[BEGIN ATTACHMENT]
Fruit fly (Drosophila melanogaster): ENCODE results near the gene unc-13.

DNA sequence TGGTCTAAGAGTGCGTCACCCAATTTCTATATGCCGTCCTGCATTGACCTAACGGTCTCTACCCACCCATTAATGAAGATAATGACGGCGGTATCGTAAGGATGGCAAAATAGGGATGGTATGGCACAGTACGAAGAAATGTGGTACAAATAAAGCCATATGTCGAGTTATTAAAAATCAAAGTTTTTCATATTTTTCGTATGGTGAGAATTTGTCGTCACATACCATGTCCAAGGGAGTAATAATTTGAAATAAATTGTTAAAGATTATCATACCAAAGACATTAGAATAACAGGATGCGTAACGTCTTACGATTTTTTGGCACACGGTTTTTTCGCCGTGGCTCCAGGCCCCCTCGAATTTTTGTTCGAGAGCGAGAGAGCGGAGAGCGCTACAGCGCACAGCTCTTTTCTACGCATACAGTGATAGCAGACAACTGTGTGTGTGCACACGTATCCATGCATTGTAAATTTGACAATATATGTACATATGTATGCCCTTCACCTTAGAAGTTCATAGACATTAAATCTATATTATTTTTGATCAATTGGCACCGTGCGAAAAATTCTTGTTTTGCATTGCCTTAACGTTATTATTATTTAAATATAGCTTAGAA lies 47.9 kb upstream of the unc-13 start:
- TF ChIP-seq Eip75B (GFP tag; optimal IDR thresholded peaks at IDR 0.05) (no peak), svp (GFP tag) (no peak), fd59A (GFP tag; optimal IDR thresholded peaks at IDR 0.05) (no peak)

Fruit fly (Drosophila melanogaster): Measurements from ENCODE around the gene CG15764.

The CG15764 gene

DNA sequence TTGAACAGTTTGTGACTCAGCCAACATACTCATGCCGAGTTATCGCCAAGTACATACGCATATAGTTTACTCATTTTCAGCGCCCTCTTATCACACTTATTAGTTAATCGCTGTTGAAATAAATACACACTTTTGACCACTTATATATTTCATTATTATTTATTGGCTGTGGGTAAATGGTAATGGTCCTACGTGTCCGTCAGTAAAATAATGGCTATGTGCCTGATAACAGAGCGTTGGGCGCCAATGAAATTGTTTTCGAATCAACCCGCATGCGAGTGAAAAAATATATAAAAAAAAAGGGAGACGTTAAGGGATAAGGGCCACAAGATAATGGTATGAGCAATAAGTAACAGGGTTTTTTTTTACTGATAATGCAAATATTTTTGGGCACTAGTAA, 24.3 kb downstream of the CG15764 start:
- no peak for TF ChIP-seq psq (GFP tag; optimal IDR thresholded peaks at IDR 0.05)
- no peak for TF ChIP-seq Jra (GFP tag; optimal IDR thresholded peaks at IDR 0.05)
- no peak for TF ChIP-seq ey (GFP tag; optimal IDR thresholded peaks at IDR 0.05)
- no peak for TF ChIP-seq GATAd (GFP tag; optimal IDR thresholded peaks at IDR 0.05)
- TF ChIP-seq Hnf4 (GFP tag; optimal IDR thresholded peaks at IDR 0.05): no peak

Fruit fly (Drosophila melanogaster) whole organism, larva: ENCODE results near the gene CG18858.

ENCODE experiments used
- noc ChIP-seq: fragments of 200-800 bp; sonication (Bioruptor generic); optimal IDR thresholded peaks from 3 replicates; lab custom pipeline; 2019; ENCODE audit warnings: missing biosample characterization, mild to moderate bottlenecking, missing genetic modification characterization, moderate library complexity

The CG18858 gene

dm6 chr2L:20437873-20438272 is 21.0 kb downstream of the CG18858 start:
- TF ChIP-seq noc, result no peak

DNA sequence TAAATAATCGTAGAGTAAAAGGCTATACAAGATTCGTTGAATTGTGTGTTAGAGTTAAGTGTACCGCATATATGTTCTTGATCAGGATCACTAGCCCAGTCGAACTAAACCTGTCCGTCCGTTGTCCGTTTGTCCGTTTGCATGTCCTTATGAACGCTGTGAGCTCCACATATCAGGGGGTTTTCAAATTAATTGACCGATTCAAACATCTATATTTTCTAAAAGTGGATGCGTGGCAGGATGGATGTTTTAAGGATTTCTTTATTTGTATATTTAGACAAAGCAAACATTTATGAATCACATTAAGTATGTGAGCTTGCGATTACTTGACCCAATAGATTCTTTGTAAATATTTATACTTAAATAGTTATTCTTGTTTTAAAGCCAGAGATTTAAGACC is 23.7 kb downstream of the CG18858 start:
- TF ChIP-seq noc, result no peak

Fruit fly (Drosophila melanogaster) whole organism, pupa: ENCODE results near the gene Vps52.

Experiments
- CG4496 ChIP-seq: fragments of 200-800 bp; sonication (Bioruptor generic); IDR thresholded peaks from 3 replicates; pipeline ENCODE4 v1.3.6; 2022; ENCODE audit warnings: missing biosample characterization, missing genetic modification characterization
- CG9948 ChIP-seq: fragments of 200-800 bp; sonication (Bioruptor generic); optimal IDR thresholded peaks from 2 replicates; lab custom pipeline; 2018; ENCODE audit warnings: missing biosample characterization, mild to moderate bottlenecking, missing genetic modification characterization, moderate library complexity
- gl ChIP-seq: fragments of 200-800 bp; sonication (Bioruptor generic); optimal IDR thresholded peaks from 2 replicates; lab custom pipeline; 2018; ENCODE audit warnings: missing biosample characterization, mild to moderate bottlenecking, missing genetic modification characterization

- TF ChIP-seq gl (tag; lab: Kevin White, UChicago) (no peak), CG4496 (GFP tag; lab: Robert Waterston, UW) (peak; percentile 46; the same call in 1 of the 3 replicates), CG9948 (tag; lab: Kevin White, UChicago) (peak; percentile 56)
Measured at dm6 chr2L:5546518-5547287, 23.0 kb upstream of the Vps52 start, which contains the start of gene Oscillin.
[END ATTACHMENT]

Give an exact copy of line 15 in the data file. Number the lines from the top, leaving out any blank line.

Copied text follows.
The CG18858 gene